SEX­UAL ABUSE

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It is a par­ent’s nat­u­ral in­stinct to pro­tect their child from harm. This is es­pe­cially be­cause chil­dren tend to in­no­cently trust adults, mak­ing them vul­ner­a­ble to sex­ual preda­tors. A 2016 re­search re­port by the Cen­tre for Jus­tice and Crime Preven­tion to­gether with the Uni­ver­sity of Cape Town and the Gen­der, Health and Jus­tice Re­search Unit found that one in three South African chil­dren have ex­pe­ri­enced some form of sex­ual abuse. There­fore, it is im­por­tant that you know what to do to help your child should the worst-case sce­nario oc­cur. Zama Xulu* still re­calls her par­ents’ re­ac­tion when she told them that she had been raped. She was 13 years old at the time. “My mother cried, and then told me to keep it a se­cret. My fa­ther stabbed the rapist, and got ar­rested. I had to go and live with my grand­mother be­cause my par­ents feared that the rapist’s fam­ily would seek re­venge,” she says. The trauma from the or­deal still haunts Zama, and she wishes that her par­ents had han­dled this bet­ter, per­haps by talk­ing to trained pro­fes­sion­als or lay­ing a charge against the rapist.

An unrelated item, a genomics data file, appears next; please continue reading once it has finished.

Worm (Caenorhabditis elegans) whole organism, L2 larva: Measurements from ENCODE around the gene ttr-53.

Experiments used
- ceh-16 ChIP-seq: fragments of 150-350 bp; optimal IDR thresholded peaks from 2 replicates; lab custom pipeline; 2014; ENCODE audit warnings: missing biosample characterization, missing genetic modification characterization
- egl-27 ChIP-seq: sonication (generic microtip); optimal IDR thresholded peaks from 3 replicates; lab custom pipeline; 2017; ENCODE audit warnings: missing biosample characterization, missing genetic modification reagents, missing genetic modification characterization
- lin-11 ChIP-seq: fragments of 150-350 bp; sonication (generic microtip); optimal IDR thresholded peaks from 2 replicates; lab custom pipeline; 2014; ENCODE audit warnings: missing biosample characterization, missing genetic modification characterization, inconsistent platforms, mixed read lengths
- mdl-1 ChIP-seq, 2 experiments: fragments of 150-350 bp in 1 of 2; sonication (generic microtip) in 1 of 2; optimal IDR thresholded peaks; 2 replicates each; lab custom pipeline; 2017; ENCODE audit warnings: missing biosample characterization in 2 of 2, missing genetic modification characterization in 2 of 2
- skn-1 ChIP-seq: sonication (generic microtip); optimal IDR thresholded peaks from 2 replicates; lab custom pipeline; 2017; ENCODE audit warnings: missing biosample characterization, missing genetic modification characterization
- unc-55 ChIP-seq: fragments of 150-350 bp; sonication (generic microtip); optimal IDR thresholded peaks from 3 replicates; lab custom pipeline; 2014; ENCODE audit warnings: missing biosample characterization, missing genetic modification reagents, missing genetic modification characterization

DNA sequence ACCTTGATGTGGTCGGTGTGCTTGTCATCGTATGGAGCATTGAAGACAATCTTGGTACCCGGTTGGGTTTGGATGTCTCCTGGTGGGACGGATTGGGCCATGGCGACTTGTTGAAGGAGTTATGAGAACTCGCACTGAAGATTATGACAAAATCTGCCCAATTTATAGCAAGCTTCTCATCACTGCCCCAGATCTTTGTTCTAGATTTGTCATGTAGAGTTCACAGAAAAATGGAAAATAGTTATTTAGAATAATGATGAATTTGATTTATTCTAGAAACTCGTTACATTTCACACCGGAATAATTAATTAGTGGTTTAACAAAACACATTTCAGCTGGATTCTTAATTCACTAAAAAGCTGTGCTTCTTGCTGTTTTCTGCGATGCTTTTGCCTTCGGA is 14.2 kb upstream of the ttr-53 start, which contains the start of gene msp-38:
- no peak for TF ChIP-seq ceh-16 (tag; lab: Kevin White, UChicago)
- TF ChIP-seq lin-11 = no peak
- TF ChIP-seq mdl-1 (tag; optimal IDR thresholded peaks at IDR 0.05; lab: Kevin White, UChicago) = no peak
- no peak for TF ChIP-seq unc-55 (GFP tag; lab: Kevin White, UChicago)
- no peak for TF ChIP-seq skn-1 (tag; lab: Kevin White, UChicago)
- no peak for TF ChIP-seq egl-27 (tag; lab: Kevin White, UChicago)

TAKE AC­TION IM­ME­DI­ATELY

Once your child tells you that they have been sex­u­ally abused, you need to im­me­di­ately re­port the mat­ter to the po­lice and a so­cial worker. It is im­por­tant to get a trained pro­fes­sional in­volved as they have the skills and ex­per­tise to han­dle this. “Do not im­pli­cate or ac­cuse any­one pub­licly; han­dle the mat­ter sen­si­tively and pri­vately,” ad­vises Vin­cen­tia Dlamini, the op­er­a­tions direc­tor for Women & Men Against Child Abuse, a non-profit or­gan­i­sa­tion based in Rand­burg, Jo­han­nes­burg. Fur­ther­more, she cau­tions against speak­ing to the ac­cused. Gather in­for­ma­tion from your child and doc­u­ment it. They don’t need to re­live the abuse by talk­ing about it over and over again. Take them to a med­i­cal fa­cil­ity for a check-up and med­i­cal re­port, keep a record of all the de­tails and store it safely. You and your child need to go for coun­selling as this will help both of you to cope, and pre­pare for the le­gal as­pects.

Child sex­ual abuse in South Africa is high. As a par­ent, do you know the signs to look out for should your child be abused? And if so, what should you do? By Fundiswa Nk­wanyana

WHEN YOU HAVE A SUS­PI­CION

Un­like Zama, not all vic­tims tell their par­ents about the abuse be­cause

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